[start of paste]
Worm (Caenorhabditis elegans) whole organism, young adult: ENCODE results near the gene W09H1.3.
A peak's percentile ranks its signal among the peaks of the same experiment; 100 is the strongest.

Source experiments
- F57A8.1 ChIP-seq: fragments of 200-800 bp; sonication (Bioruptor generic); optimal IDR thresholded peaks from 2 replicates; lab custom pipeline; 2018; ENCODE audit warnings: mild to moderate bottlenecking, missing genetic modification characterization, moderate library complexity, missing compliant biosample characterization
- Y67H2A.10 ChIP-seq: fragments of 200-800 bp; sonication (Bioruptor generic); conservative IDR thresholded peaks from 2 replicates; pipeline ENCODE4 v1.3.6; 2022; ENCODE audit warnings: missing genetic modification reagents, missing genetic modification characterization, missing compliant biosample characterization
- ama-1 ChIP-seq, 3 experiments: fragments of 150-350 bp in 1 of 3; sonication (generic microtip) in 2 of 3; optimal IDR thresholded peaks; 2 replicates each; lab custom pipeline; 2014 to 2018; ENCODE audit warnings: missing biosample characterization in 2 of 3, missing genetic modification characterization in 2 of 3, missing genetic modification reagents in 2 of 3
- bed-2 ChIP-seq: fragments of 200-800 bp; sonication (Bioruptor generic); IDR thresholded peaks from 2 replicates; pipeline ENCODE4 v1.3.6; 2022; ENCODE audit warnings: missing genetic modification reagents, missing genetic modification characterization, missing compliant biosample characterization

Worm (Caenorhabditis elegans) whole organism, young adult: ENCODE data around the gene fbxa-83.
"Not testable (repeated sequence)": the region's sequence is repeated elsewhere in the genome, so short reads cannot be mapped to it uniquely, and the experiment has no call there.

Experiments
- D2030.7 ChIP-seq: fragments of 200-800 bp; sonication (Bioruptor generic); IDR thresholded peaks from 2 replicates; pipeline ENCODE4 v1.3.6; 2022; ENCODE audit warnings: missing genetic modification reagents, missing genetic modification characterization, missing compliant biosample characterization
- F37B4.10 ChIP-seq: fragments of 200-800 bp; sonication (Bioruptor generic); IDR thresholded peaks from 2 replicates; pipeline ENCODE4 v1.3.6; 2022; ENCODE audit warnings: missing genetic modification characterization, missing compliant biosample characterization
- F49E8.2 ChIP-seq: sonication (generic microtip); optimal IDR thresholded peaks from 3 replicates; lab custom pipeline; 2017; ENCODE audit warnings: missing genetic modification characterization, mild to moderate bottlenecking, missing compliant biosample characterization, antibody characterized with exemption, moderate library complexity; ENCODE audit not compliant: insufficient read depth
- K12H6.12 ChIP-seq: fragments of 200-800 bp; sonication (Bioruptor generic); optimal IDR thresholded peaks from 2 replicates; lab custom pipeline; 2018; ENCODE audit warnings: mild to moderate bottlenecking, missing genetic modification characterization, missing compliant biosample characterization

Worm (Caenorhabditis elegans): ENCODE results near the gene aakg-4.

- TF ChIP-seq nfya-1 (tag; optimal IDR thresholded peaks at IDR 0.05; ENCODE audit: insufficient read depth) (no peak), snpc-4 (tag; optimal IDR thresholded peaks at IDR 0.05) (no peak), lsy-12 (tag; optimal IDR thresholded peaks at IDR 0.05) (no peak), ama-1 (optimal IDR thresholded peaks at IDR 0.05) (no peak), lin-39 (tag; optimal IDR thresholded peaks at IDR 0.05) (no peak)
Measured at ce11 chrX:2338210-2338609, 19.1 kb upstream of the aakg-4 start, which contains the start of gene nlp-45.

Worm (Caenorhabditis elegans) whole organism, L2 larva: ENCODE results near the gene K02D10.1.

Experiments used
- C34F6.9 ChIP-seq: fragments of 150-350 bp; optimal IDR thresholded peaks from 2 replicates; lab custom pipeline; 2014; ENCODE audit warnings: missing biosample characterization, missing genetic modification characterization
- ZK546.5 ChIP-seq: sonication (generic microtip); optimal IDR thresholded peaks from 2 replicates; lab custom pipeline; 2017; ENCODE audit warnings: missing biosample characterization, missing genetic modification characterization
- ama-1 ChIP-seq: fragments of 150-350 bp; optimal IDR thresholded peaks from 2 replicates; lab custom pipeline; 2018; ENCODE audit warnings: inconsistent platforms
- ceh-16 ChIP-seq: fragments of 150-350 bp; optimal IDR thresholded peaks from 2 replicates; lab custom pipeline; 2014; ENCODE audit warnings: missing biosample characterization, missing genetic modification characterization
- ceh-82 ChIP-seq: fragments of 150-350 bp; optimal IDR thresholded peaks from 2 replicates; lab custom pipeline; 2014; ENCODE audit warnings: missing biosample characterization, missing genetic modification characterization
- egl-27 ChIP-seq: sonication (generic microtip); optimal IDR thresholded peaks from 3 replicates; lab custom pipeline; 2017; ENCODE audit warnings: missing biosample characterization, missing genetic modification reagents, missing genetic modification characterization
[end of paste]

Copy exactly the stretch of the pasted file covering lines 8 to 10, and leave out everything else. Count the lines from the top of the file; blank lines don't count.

Worm (Caenorhabditis elegans) whole organism, young adult: ENCODE data around the gene fbxa-83.
"Not testable (repeated sequence)": the region's sequence is repeated elsewhere in the genome, so short reads cannot be mapped to it uniquely, and the experiment has no call there.

Experiments